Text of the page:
Reader Question: Why Let Your CD Ladder Fall Apart?

by Kevin on July 1, 2009

Last month I told you that our CD ladder fell apart. One reader, Dave from Do You Dave Ramsey, e-mailed in a question that I figured would make a great post. Here’s his question:

I’m curious as to your motivation to stop [the CD ladder].  I get that rates were falling, but wouldn’t you also have caught the rates on the way back up?

It seems that building the ladder is such an involved process – it takes a year to set it it up – that stopping puzzles me.

I’m not against your motives or reasoning – holding cash with immediate access at a time of need is a great line of thinking.  But, as stated, the ladder topic is very interesting to me and I’ve never heard of someone stopping or a ladder falling apart.

I applaud your candor and hope you don’t mind my line of question.

Thanks for sharing

CD Ladders are Open to Interpretation

If you asked five people about what CD laddering really is you would likely get several different answers. A CD ladder at the end of the day is a group of Certificates of Deposit (CDs) that you have built up over time. You don’t put all of your available money into one CD with one fixed rate. Instead you spread the money around over several CDs over time.

For example, if you had $10,000 land in your lap that you wanted to CD ladder you wouldn’t put all $10,000 into one CD at today’s 1.50% interest rate. Instead over some time frame that you define you add chunks of the money and put it into CDs.

The key is the distance between the CDs.

You Define the Distance Between Rungs on Your CD Ladder

All ladders have rungs on them that you step on on your way to the top.

The rungs on a CD ladder are… CDs. All you have to do is figure out how far apart you want the rungs to be.

Many people choose to position their rungs so that they have a CD mature every year. That might look something like this:

Year Open this CD
2009 1 year CD
2010 2 year CD
2011 3 year CD
2012 4 year CD
2013 5 year CD
2014 5 year CD

We Chose Short Rungs for Our CD Ladder

We were putting a chunk of our emergency fund into a CD ladder specifically to earn a higher rate of return than what we were getting with our high-yield savings account at ING Direct. We wanted a short term so that if we had a true emergency we could live off of our current savings and then wait for the CDs to mature to bring in additional funds.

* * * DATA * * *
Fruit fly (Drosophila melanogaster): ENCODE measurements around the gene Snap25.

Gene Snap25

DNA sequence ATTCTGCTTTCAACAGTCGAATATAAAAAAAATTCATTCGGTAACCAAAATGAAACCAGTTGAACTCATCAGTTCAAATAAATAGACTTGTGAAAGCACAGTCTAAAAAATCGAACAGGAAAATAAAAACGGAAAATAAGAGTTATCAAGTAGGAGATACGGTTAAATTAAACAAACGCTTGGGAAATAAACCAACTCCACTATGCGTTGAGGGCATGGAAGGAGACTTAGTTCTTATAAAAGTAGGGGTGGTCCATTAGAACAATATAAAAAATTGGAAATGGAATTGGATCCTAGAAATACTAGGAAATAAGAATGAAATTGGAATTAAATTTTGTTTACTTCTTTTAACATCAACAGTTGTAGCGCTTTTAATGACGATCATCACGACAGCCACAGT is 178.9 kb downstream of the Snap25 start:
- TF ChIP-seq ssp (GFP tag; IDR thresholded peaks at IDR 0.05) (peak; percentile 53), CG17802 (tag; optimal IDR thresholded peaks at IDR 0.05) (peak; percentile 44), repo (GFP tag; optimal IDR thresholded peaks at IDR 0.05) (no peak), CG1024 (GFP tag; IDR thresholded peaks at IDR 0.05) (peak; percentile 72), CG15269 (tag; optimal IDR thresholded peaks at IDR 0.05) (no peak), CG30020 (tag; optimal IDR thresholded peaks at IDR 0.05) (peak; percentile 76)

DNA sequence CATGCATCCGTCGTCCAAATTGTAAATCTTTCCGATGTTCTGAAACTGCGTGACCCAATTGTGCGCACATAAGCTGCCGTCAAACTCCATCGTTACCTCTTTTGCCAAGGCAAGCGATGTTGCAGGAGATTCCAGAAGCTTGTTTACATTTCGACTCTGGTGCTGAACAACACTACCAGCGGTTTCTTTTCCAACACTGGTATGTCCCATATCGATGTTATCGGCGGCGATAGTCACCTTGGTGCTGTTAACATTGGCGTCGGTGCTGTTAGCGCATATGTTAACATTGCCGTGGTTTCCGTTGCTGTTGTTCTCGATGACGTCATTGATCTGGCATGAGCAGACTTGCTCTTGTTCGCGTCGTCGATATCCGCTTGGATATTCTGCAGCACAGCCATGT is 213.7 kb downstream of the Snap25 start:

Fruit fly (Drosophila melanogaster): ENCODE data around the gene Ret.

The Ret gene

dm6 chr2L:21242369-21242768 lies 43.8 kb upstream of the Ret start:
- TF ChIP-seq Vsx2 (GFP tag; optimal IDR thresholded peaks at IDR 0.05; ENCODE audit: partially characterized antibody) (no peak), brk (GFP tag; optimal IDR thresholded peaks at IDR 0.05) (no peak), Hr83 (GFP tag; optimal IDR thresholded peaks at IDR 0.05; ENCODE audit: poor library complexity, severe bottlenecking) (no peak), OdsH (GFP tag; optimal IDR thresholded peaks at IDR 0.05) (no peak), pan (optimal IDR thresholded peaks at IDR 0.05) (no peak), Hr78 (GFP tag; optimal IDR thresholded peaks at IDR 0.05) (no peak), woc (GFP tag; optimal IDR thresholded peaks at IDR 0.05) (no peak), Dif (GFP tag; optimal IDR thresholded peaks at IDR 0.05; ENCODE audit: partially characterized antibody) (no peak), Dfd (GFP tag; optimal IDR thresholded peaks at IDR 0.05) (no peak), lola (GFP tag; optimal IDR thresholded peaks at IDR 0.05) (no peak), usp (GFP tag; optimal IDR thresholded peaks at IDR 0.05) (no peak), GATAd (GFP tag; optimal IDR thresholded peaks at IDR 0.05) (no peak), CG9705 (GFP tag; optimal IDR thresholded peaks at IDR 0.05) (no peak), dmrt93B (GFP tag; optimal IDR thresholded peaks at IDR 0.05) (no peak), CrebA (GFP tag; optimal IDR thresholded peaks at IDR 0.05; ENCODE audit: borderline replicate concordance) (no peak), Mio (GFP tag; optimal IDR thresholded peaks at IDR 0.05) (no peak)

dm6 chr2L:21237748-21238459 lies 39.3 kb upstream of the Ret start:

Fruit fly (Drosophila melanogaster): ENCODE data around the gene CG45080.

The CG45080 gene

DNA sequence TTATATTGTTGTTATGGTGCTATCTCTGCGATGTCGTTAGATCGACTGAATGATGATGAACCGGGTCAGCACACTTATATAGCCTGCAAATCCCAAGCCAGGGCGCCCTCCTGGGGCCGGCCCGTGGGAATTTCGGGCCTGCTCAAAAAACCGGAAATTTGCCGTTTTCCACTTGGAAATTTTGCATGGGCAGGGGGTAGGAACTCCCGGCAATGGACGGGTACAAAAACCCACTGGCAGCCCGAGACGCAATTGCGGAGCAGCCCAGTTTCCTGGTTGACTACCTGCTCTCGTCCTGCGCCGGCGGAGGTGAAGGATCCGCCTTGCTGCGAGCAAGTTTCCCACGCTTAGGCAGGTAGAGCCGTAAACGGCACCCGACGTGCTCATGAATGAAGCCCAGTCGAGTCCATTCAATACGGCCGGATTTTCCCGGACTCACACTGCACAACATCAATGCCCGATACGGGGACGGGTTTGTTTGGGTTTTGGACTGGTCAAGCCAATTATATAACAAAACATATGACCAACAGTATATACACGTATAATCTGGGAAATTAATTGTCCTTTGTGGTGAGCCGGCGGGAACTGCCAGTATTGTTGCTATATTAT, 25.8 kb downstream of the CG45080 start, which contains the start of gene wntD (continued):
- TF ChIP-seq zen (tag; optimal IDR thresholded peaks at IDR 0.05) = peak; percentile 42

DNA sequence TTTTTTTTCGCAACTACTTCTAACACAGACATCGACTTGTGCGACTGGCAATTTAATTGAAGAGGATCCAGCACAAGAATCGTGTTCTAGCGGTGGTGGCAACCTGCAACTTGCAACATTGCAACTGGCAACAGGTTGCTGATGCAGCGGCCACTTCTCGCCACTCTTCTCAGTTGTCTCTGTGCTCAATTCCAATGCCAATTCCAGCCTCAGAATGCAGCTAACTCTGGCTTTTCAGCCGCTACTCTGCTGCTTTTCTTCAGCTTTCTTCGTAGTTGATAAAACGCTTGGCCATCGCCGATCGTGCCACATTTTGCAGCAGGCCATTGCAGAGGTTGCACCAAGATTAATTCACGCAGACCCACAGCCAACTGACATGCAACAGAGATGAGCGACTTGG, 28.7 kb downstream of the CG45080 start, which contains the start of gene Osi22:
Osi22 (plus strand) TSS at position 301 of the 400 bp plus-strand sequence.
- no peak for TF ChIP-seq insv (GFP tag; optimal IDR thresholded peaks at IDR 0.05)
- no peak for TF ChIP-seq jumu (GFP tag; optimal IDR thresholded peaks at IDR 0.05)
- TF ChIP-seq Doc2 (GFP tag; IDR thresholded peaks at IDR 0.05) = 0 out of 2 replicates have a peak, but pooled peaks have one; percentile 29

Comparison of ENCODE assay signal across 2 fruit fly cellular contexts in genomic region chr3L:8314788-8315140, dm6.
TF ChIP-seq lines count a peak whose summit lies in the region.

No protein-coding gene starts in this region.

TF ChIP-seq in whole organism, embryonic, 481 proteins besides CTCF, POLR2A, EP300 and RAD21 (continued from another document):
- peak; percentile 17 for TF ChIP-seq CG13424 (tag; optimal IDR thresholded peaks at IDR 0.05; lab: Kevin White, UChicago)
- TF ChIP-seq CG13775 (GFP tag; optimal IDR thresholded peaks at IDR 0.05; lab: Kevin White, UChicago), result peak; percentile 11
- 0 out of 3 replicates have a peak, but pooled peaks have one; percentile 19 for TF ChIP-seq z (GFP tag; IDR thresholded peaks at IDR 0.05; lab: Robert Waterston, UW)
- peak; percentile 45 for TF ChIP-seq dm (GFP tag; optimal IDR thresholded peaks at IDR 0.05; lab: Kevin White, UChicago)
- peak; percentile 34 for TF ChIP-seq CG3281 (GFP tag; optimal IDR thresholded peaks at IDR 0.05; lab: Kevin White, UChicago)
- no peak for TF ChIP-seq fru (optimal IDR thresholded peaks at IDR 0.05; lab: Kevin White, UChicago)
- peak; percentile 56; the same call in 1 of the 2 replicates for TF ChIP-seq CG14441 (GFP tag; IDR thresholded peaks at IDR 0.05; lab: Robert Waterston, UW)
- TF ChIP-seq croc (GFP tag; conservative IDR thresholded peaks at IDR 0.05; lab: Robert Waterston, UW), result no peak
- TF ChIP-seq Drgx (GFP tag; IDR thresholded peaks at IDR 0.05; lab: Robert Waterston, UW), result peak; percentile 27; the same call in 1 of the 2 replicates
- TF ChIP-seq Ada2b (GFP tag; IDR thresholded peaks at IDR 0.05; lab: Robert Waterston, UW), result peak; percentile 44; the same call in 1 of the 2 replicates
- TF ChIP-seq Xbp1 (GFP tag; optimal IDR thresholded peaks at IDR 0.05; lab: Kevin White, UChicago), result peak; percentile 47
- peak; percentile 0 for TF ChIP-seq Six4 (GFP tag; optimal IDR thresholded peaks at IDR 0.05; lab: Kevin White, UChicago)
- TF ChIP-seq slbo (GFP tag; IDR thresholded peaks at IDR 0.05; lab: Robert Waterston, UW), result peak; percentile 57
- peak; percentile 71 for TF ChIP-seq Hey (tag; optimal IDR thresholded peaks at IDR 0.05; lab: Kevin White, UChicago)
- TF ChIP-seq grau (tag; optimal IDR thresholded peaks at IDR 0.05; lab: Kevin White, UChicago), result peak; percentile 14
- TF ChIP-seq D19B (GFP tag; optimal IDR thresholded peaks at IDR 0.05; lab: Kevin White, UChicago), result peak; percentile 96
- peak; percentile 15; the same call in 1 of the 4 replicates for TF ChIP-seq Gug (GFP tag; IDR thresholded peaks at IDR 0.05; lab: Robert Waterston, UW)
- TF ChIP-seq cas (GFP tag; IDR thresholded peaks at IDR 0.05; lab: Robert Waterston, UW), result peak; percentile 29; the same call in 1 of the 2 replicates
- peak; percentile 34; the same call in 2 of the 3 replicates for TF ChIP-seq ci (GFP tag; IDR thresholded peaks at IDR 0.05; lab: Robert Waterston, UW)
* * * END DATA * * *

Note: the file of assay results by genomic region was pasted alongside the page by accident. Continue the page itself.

For that reason we opened 6 month CDs. If we opened 6 of them in a row we would essentially have a very short ladder — every six months a CD would be maturing and we could put the money back into another CD.

Then the financial crisis hit and rates for both high-yield savings and CDs dropped like a rock. We let the CD ladder fall apart because it wasn’t meeting our goals at the time — 6 month CD rates were actually lower than high-yield savings rates (and still are). Right now ING offers a 6 month CD at 1.25% and the regular savings account is 1.5%.

Are We Being Shortsighted?

Your first response should be much like Dave’s: why did you stop? Isn’t that the point of the CD ladder — to help get through flucuating rates?


But for us this money held a sizeable chunk of our emergency fund. We were looking for a higher return and at the time a higher return wasn’t available. Plus I’ll admit we got a bit spooked and would much rather have the money liquid and available in our savings account.

Send in Your Questions

I’m always looking for great questions to spark a discussion and lead to writing an article for the rest of the community to see. Got something to say? Drop a comment in this thread or just contact me.

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CD Ladders - My Take | Do You Dave Ramsey?
August 14, 2009 at 5:00 am


DoYouDaveRamsey July 1, 2009 at 11:02 am

Very interesting and thanks for indulging my question… and for the link.

I’ve been defining the CD Ladder differently – which you suggest is common in PF circles.

I’ll commit to writing an article to share my definition and further engage the dialogue.


Kathryn July 1, 2009 at 9:25 pm

Have been considering ING direct for awhile. Do you feel it is a good place to invest? I’m old school, and not having a “bank” to visit, seems odd to me. Bottom line, you feel your money is safe?


Kevin July 2, 2009 at 10:04 am

@DYDR: Yea I think the ladder has to fit your needs. Just like a real ladder — you don’t necessarily need a boom truck with a lift when a step ladder might do.

@Kathryn: If by invest you mean save, then yes it is absolutely a great place. They don’t have physical branches, but the checking accounts have fee-free debit cards. I do all of my transfers electronically. I maintain a standard brick-and-mortar account with a local bank to write checks to church and stuff like that, but there is so much you can do electronically it just completely outweighs other banks. Plus the interest rate, albeit small these days, is better than the national average.

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